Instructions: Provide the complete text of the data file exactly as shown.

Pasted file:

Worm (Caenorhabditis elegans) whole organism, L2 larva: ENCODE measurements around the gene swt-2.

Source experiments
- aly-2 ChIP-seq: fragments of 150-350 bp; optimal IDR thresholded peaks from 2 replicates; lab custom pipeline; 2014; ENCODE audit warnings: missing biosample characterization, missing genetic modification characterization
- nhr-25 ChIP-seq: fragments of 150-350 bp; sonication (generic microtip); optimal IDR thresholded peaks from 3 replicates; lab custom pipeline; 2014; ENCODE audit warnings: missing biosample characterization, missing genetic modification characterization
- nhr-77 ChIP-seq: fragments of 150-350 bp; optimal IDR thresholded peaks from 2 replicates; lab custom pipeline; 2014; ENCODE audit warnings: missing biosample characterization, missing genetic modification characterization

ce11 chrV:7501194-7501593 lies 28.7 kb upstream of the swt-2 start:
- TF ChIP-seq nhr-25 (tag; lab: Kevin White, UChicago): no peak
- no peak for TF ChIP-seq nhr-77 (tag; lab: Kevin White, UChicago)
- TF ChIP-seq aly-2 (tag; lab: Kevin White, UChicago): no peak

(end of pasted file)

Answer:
Worm (Caenorhabditis elegans) whole organism, L2 larva: ENCODE measurements around the gene swt-2.

Source experiments
- aly-2 ChIP-seq: fragments of 150-350 bp; optimal IDR thresholded peaks from 2 replicates; lab custom pipeline; 2014; ENCODE audit warnings: missing biosample characterization, missing genetic modification characterization
- nhr-25 ChIP-seq: fragments of 150-350 bp; sonication (generic microtip); optimal IDR thresholded peaks from 3 replicates; lab custom pipeline; 2014; ENCODE audit warnings: missing biosample characterization, missing genetic modification characterization
- nhr-77 ChIP-seq: fragments of 150-350 bp; optimal IDR thresholded peaks from 2 replicates; lab custom pipeline; 2014; ENCODE audit warnings: missing biosample characterization, missing genetic modification characterization

ce11 chrV:7501194-7501593 lies 28.7 kb upstream of the swt-2 start:
- TF ChIP-seq nhr-25 (tag; lab: Kevin White, UChicago): no peak
- no peak for TF ChIP-seq nhr-77 (tag; lab: Kevin White, UChicago)
- TF ChIP-seq aly-2 (tag; lab: Kevin White, UChicago): no peak